Some of the challenges were working with older people who had been using drugs for so long and were so jaded to the point that they felt their lives were not worthwhile. One man told me, "If I have to give up pot, I'd rather die." But some of the most rewarding challenges I had were in marriage/couples counseling. Frequently I would use ideas I learned in Sunday school about God and the Bible, which has some of the most powerful psychological axioms:

  • Thou shalt love thy neighbour as thyself. (Matt. 22:39)
  • Therefore all things whatsoever ye would that men should do to you, do ye even so to them. (Matt. 7:12)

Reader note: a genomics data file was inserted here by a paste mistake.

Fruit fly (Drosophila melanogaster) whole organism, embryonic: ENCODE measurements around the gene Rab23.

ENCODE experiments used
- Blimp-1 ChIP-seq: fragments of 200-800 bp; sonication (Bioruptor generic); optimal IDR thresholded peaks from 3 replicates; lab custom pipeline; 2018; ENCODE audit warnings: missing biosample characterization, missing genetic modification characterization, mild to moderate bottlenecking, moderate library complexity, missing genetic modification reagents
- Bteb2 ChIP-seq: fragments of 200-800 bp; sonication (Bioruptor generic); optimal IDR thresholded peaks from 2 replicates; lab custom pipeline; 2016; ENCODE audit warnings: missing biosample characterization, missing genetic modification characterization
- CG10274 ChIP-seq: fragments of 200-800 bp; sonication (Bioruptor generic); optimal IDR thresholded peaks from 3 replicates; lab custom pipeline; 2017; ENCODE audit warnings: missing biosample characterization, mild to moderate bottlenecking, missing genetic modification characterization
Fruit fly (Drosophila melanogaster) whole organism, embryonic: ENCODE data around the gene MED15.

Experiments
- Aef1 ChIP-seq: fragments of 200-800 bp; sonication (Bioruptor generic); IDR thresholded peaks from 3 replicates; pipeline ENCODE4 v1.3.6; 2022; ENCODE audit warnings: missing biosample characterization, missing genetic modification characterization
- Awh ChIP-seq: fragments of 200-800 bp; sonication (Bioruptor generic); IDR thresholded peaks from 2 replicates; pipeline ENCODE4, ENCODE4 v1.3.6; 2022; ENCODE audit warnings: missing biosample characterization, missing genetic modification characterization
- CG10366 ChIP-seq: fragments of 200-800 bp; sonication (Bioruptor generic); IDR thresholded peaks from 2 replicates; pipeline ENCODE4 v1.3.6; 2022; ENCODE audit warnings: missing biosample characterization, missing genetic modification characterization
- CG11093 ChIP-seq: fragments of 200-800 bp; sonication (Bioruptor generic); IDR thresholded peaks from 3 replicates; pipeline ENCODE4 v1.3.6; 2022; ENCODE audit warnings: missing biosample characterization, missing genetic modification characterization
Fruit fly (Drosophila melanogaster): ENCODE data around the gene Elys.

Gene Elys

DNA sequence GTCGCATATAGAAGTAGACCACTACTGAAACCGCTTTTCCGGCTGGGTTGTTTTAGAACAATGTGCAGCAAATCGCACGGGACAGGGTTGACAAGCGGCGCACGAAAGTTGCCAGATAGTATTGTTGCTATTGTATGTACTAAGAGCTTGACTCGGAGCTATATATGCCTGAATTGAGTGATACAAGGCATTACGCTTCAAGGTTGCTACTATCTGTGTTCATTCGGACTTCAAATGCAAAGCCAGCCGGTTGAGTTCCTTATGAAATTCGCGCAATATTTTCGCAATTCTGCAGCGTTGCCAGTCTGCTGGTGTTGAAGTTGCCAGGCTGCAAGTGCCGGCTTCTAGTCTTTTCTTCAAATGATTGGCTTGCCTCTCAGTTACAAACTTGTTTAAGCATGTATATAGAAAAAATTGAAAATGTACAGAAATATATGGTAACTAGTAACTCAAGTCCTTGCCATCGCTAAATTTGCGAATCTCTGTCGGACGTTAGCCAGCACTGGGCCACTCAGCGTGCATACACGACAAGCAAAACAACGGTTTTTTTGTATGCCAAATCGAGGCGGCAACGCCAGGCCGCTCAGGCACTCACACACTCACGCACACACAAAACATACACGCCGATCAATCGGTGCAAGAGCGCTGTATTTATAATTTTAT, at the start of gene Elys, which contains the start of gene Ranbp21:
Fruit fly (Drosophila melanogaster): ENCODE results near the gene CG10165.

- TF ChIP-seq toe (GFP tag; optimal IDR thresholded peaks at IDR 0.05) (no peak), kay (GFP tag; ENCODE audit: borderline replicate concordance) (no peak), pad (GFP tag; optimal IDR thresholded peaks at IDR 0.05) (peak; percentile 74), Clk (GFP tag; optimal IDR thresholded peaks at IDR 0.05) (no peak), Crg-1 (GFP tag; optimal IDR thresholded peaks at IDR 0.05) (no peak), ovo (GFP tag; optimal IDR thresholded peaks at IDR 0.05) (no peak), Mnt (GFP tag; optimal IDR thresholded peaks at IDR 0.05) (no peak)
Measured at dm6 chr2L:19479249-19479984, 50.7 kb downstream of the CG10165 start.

How did you use the Bible passages?
I couldn't always come right out and quote the Bible, but I used the concepts. I could help people who had low self-esteem understand that they had innate goodness. I was able to help them understand why they felt so unhappy about themselves and begin to love themselves as they loved others.

How did you find out if they were open to God?